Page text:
By the late 1930’s and early 1940’s, a number of serious writers from the east coast and elsewhere settled into life in Hollywood. Most of them complained as they cashed bigger checks from the studios than they did from their publishers. Hemingway refused to write screenplays but sold his books to the movies. Faulkner worked for the studios, but when told he could write from home, instead of on the studio lot, he headed back to Mississippi.
Others stayed, and almost at the same time, they began to see a story of Hollywood worth writing. F. Scott Fitzgerald, who browsed at Pickwick Bookshop, west of Musso and Frank and at the Stanley Rose Bookstore a few doors east of the restaurant, spent time at the bar. He immortalized Irving Thalberg as Monroe Starr in The Last Tycoon, his 1940 unfinished nod to the decadence of Hollywood.
Raymond Chandler, screen writer of The Blue Dahlia, also sat at the bar. He mentions Musso and Frank in his 1939 novel, The Big Sleep. His book was later made into the classic film, starring Humphrey Bogart as Philip Marlowe.
In 1938, John O’Hara’s Hollywood story, Hope of Heaven, hit bookstores. The author, best known for Appointment in Samara and BUtterfield 8, tells the story of a studio rewrite man, Jim Molloy, who sounds like the same disillusioned characters that O’Hara’s contemporaries created. Says Molloy, “Maybe I am not the man to tell this story, but if I don’t tell it no one else will, so here goes.”
Nathanial West’s Hollywood masterpiece, The Day of the Locust, arrived in 1939. In the book, West takes the reader around Hollywood, including his own home at “Chateau Mirabella” on Ivar Street, or as he calls it, “Lysol Alley.” A friend of Fitzgeralds, he also drank at Musso’s.
Another friend of Scott Fitzgerald’s, Budd Schulberg, wrote a timeless story of power and greed in Hollywood with his tale, What Makes Sammy Run, published in 1941. Another devotee of Pickwick and Stanley Rose, Schulberg wrote of Musso’s too: “As usual I browsed around Stanley Rose’s until I had an appetite and then as usual I went next door to Musso’s.” He even mentions his favorite employee: “Amelio was the restaurant’s indisputable forensic star.”
Yet another friend of Fitzgerald’s, Princeton pal Edmund Wilson, wrote his book, The Boys in the Back Room: Notes on California Novelists in 1941. The title referred to the Musso and Frank-Stanley Rose crowd that floated from the back room of the book store to the back room of the restaurant.
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Through the years, most of the writers associated with Hollywood in one way or another made their way to Musso and Frank. In the 1960’s, crime novelist Jim Thompson, who had already written The Getaway, The Killer Inside Me and The Grifters, was down on his luck. He lived a few blocks away on Whitley and nearly every day he made the trip down the hill to the bar, now in the New Room. With all of his books out of print, he worked at his typewriter in the morning and made his way to Musso’s in the late afternoon. Ruben remembers him, just as he recalls Charles Bukowski, who, like Jim Thompson, often couldn’t make it home without help.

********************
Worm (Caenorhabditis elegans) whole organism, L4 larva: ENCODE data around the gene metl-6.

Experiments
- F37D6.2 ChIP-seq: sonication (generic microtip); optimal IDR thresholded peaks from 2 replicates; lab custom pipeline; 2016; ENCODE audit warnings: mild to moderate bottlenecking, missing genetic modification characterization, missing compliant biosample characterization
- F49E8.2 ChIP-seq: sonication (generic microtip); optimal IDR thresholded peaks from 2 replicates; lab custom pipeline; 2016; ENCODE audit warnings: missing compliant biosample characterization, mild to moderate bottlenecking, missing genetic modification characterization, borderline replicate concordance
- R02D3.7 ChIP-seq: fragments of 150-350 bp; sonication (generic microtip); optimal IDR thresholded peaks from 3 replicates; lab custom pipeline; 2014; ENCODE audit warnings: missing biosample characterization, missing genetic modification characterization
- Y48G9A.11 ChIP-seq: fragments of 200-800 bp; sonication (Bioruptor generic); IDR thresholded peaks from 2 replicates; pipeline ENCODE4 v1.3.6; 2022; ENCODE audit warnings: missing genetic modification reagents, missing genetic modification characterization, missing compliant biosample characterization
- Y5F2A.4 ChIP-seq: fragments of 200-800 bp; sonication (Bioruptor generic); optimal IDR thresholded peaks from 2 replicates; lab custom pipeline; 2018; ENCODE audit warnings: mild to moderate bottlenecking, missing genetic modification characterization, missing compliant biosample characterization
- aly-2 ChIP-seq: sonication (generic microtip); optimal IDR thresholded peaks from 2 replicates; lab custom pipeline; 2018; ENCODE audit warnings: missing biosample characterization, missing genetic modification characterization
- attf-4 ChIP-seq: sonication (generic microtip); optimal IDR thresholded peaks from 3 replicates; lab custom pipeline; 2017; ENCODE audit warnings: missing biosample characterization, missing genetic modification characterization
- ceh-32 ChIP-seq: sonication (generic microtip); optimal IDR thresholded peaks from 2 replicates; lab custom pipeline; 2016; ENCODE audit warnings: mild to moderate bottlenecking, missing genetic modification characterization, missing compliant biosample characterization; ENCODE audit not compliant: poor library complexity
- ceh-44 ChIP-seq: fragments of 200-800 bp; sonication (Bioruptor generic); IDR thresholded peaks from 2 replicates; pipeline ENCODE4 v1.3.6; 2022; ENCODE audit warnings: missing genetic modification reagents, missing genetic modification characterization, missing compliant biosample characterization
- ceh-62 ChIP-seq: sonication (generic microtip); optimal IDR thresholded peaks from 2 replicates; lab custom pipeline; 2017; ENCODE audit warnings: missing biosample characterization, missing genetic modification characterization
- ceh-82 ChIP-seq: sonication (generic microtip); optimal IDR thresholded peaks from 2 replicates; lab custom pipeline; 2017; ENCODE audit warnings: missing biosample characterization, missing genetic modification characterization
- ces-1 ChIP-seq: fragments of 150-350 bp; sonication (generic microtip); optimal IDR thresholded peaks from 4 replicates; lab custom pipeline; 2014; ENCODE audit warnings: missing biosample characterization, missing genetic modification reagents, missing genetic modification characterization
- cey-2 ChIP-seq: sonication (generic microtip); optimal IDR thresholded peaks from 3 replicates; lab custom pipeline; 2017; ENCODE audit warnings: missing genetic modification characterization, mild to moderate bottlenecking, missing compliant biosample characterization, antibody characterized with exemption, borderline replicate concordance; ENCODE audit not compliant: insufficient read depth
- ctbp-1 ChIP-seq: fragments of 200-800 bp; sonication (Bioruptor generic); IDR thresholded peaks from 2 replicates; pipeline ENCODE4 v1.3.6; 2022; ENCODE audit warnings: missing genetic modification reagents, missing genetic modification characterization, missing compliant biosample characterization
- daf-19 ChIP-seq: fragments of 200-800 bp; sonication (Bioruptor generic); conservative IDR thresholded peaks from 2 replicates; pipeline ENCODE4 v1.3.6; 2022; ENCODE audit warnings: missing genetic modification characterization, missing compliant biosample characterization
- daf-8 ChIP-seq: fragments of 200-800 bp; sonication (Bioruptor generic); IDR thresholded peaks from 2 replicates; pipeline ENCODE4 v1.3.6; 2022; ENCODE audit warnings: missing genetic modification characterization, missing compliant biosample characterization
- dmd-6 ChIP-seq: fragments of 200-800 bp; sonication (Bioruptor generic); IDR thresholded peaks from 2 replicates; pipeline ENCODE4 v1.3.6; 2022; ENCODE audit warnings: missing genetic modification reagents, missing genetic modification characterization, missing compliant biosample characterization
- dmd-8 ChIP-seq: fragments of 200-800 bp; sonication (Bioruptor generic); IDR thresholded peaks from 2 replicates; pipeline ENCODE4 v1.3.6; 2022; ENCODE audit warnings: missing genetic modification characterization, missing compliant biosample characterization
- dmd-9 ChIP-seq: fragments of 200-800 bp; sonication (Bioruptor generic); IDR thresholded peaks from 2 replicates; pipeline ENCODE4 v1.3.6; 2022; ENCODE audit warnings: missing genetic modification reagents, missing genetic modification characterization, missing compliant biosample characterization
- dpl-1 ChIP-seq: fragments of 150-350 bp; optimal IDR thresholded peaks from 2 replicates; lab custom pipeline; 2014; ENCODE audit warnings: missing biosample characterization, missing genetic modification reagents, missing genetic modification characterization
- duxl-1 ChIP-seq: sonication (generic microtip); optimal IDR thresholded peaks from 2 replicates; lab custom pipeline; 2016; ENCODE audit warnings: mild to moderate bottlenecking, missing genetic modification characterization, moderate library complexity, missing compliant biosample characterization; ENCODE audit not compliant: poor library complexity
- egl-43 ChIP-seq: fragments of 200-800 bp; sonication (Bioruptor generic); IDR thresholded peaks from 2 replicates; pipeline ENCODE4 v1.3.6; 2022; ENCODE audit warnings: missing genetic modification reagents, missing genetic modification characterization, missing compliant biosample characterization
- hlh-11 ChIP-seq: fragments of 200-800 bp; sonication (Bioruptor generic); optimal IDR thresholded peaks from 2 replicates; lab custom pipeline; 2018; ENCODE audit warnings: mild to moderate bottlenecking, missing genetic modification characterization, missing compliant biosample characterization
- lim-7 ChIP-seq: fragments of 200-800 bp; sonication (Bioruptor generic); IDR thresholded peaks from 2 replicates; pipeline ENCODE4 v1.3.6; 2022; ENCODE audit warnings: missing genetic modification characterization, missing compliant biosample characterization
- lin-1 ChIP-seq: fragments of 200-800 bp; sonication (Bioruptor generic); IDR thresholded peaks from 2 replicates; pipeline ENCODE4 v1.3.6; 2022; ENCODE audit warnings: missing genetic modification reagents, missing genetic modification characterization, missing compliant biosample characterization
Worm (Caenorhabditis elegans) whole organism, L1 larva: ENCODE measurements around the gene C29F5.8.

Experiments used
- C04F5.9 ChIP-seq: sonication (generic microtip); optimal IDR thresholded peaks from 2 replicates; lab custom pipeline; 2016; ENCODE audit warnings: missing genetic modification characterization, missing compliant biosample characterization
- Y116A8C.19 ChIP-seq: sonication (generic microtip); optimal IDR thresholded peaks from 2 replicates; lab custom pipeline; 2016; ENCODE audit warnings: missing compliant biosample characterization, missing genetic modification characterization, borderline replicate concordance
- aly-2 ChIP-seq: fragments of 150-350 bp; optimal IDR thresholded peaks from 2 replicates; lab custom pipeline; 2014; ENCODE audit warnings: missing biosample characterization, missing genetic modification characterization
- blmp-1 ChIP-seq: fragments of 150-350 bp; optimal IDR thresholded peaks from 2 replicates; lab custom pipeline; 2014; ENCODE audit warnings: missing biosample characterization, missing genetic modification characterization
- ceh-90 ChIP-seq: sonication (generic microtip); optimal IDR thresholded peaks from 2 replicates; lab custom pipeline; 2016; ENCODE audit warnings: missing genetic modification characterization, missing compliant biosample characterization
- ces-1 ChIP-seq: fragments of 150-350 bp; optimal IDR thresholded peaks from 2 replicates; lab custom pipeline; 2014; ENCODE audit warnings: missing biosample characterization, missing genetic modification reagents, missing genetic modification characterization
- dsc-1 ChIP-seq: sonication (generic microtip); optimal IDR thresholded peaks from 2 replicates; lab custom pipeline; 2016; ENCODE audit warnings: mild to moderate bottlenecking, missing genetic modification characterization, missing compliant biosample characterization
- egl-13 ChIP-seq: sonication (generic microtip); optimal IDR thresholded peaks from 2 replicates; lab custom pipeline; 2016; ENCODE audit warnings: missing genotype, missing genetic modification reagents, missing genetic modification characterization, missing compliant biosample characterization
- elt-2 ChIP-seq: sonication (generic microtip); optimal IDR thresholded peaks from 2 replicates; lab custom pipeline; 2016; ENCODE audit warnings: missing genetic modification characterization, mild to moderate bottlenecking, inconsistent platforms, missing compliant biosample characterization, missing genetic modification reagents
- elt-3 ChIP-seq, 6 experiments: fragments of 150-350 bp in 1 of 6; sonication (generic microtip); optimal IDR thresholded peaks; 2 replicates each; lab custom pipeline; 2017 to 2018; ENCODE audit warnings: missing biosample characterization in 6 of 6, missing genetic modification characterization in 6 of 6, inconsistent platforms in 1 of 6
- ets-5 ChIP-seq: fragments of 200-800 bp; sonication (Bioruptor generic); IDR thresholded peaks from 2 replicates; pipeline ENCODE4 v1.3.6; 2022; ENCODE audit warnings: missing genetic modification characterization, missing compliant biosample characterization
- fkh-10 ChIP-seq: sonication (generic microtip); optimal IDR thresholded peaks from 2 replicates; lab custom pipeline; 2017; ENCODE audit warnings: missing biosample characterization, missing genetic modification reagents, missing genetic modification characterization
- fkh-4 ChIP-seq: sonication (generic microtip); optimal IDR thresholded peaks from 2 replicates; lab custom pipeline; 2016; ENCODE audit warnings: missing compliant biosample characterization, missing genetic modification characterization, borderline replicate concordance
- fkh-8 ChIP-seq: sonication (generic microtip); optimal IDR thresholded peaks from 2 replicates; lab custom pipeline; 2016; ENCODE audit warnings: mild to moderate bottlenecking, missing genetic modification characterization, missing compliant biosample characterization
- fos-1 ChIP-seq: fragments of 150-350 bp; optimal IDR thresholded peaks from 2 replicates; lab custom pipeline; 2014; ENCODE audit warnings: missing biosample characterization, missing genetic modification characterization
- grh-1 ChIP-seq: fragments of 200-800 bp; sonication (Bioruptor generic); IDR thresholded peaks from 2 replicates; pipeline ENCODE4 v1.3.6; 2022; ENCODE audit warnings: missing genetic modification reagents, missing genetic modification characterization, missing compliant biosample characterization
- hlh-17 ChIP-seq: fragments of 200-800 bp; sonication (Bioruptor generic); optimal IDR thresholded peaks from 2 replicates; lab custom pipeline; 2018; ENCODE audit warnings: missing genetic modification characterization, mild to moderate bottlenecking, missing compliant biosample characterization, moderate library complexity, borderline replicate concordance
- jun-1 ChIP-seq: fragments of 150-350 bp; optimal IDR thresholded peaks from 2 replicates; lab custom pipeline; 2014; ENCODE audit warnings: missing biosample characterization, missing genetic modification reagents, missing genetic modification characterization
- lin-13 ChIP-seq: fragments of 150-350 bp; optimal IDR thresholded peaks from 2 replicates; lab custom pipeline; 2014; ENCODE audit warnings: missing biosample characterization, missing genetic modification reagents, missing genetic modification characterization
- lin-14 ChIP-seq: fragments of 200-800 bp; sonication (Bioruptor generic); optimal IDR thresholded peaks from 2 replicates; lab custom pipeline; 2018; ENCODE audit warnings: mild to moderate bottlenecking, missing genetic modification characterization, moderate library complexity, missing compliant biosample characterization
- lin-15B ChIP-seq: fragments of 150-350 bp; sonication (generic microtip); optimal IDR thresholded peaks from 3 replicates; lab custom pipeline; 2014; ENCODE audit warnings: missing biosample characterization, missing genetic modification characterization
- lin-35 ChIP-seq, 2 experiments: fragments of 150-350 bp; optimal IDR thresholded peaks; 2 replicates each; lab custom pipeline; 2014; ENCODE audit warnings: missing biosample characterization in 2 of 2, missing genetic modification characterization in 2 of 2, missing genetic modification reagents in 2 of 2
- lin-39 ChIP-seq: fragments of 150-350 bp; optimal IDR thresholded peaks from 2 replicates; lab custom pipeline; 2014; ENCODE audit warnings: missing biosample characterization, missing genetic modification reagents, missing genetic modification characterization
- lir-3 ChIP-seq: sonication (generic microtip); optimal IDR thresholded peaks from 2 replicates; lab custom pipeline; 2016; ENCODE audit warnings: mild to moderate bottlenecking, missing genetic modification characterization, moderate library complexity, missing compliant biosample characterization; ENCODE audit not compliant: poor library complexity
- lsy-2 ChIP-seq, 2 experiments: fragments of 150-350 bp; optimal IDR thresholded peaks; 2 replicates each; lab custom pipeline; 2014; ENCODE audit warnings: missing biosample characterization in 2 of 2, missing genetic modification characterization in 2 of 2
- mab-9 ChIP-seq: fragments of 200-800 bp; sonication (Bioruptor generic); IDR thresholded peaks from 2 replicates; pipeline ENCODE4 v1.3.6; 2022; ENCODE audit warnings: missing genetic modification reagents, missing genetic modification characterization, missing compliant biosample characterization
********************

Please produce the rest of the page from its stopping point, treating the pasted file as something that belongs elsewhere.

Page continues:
In his book, Hollywood, Bukowski wrote, “I was leaning against the bar in Musso’s. Sarah had gone to the lady’s room. I liked the bar at Musso’s, bar just as bar, but I didn’t like the room it was in. It was known as the ‘New Room.’ The ‘Old Room’ was on the other side and I preferred to eat there. It was darker and quieter. In the old days I used to go to the Old Room to eat but I never actually ate. I just looked at the menu and told them ‘Not yet,’ and kept ordering drinks.”
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John Fante, author of Ask the Dust, and other books, wrote “[it] was a glorious beginning to the new day, a rekindling of the will to survive, a renewal of one’s faith in mankind. A great charcoal fire roared in the grill, and a highhatted chef tended bacon, sausages and small steaks, the fetching aroma hitting your nostrils the moment you entered the room. You sat at the counter in a comfortable swivel chair, as close to the fire as you could get. The waiter brought coffee as soon as you sat down and French bread, but gave you a couple of minutes to pull down some hot coffee and smoke your first cigarette, before he asked what you wanted. He put the morning paper before you…You were content…You lingered on, watching the charcoal flames slowly falling into a profound lethargy. No doubt it was bad for you, all that coffee, all that cholesterol, all those cigarettes, all that time consumed. But it was beautiful and unforgettable.”